“Markets remain in a wait-and-see mode, as significant optimism regarding the ‘Phase One’ US-China trade deal has been priced, but doubts remain about the final touches”, Barclays wrote over the weekend.
“Wait-and-see mode” may seem like an odd characterization for a market that finds equities perched at record highs, but it’s actually pretty apt. Although there’s a sense in which Donald Trump has no choice but to validate market expectations for tariff rollbacks (lest he should risk a December meltdown akin to last year’s harrowing collapse), there are no sure bets with this president. Indeed, it would be foolish to completely rule out a scenario where Trump reverts to standard operating procedure, where that means ratcheting up tensions as US stocks scale new peaks on the assumption he’s “playing with the house’s money”, so to speak.
Bonds, meanwhile, are at the crossroads, with the selloff having stalled, but no clear impetus for a resumption of the furious rally that unfolded through August.
There’s a dearth of obvious catalysts in the new week. Traders will get the October FOMC minutes, which will be parsed for more evidence that the committee intends to stay on hold and also for any indication as to what factors would prompt “a material reassessment” of the outlook.
“We suspect that there will be a discussion in the minutes of whether the Fed has cut too much. Either way it will be clear that the majority of Fed officials think that policy is supportive”, BofA said Friday, adding that “we may get a bit more perspective from the minutes on what constitutes a change of view” sufficient to prompt a move in rates.
“We expect [the minutes] to show that the Fed is through with providing insurance cuts although retains an easing bias owing to residual uncertainties”, Barclays muses. “The balance of risks has improved since the October meeting, and the minutes might look somewhat stale and are likely to provide little new information”, the bank goes on to say.
Any hawkish lean will not be appreciated by Trump, who last week told an audience in New York that Jerome Powell was putting the country at a disadvantage on the global stage. “Gimmie some of that money”, the president said, referencing negative rates abroad. “I want some of that money”.
Over the weekend, China’s Commerce Ministry released a statement documenting the most recent call between Liu He, Steve Mnuchin and Bob Lighthizer. The conversation was described as “constructive” and came at the request of the US, Beijing said. To wit (translated):
The two sides have engaged in constructive discussions around the respective core concerns of the first phase of the agreement and will continue to maintain close communication.
Larry Kudlow’s upbeat comments to reporters on Thursday evening were in part to thank for Friday’s rally. Earlier in the week, the Wall Street Journal, FT and others suggested the talks had hit a “snag“, and Trump continues to insist that China needs a deal more than he does, a debatable contention.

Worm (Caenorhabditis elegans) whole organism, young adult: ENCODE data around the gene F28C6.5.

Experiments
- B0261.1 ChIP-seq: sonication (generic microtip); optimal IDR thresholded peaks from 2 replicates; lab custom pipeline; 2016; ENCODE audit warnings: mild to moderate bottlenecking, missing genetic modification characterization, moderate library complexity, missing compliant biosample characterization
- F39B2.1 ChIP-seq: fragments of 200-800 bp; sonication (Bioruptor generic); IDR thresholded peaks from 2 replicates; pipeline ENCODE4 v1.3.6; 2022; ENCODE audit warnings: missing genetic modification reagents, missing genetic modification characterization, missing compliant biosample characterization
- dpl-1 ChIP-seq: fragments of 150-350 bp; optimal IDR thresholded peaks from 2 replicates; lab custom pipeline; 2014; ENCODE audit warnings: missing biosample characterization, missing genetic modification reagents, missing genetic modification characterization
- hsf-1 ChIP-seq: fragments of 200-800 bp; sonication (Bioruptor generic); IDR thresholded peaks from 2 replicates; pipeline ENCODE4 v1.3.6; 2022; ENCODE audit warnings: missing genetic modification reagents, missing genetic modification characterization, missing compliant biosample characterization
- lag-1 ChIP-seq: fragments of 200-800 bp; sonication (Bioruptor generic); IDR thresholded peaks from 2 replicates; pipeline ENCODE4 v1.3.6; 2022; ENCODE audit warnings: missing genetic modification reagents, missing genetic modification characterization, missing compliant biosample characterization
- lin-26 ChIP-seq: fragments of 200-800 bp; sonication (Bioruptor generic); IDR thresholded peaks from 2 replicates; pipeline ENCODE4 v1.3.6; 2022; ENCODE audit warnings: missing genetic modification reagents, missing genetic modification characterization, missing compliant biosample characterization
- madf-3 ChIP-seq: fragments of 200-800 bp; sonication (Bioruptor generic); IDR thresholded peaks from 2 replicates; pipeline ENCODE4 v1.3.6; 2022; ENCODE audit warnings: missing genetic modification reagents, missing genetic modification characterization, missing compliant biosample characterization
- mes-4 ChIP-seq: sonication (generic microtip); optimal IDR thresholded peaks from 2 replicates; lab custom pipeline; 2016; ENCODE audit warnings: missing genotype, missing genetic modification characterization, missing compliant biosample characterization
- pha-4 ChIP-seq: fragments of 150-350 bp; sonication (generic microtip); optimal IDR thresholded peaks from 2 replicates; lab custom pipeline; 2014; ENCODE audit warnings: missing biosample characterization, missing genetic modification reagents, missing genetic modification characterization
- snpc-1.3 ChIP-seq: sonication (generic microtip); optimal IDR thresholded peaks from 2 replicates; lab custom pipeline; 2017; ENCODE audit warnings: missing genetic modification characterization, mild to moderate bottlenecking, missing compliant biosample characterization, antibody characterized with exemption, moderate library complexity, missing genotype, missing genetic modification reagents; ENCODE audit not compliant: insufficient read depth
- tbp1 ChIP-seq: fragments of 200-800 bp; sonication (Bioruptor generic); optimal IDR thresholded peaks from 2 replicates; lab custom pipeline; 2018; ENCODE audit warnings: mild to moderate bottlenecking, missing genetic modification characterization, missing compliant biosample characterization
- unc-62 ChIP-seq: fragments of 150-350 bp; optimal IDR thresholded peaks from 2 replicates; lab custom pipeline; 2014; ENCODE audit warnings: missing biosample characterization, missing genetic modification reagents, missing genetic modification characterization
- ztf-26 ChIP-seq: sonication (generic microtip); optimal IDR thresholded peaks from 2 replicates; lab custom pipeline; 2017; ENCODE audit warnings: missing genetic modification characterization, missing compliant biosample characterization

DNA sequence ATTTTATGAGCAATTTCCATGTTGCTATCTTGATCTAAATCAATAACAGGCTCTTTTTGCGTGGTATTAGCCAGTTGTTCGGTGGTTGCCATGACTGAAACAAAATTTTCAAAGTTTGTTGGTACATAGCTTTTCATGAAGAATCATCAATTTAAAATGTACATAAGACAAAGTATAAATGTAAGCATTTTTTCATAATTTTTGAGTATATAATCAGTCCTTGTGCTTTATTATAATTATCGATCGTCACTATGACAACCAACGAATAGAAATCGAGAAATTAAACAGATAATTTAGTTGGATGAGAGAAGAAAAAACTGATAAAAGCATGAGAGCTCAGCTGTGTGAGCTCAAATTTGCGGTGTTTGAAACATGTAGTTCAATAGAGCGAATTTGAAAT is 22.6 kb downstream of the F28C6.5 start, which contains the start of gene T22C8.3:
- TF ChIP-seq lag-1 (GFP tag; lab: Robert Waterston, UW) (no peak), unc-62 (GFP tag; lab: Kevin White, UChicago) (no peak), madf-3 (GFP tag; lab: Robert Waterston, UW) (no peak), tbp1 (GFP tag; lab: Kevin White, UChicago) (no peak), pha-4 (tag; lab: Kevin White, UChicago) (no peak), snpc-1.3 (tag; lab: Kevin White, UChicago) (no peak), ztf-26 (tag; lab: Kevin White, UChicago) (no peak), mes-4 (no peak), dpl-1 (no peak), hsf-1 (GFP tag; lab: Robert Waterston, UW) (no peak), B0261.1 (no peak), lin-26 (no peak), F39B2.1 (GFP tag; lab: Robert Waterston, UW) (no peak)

The yuan is coming off its first weekly loss in six, and has moved back above 7.00 after strengthening through the key level for the first time since August earlier this month. “We expect progress towards a ‘Phase One” deal to keep CNH range-bound over the next few weeks, while any market nervousness around the deal is more likely to be priced in the China proxies”, Barclays said Sunday.
The Shanghai Composite fell more than 2% last week amid a string of lackluster data. On Saturday, the PBoC acknowledged the myriad challenges facing the economy in its third quarter policy report.
Also on the docket this week, meeting minutes from the ECB and the RBA, as well as PMIs out of Europe.
The US is widely expected to issue a two-week extension of temporary licenses allowing US firms to keep doing business with Huawei when the previous reprieve expires on Monday. A new, two-week extension would be markedly shorter than the previous 90-day waivers.
“FWIW the bullish trade thesis remains largely centered on ‘rollbacks’ of existing tariffs and / or delays to the December tranche”, Nomura’s Charlie McElligott remarked on Friday. “Secretary Ross’ comments in an interview lend optimism to the idea that the Huawei temporary license which was set to expire will likely be extended as a further conciliatory act from the US to China”.
On the rollbacks, the market still expects the September 1 tariffs to be lifted and the December escalation to be taken off the table. Anything short of that will be a disappointment, and although it’s possible a “sell the news” dynamic will take hold once there’s confirmation, it seems just as likely that the rally in equities would run at least a bit further when the deal is sealed.
As far as the risk of some adverse headline triggering the kind of mechanical, cascading selloff that’s become all too familiar over the past several years, Deutsche Bank notes that “vol control funds are at maximum equity allocations and risk to their exposure remains asymmetric, [but] persistently low vol recently means that a small rise in vol from current levels is unlikely to trigger selling”. On the bank’s estimates, even a 3% rout would trigger “only $7bn in selling by vol control funds, less than half the level estimated back in May”.
For his part, Nomura’s McElligott sees scope for some “unshackling”, if you will. “Despite dealers remaining (still very) ‘Long Gamma’ on the out-of-expiration trade, we are at least in the process now of clearing some of the positioning [and] hedging flows which have helped keep us so ‘pinned’ between 3075 and 3105 the past two weeks”, he says. That, in turn, means US Equities “should have greater ability to move up or down going forward”.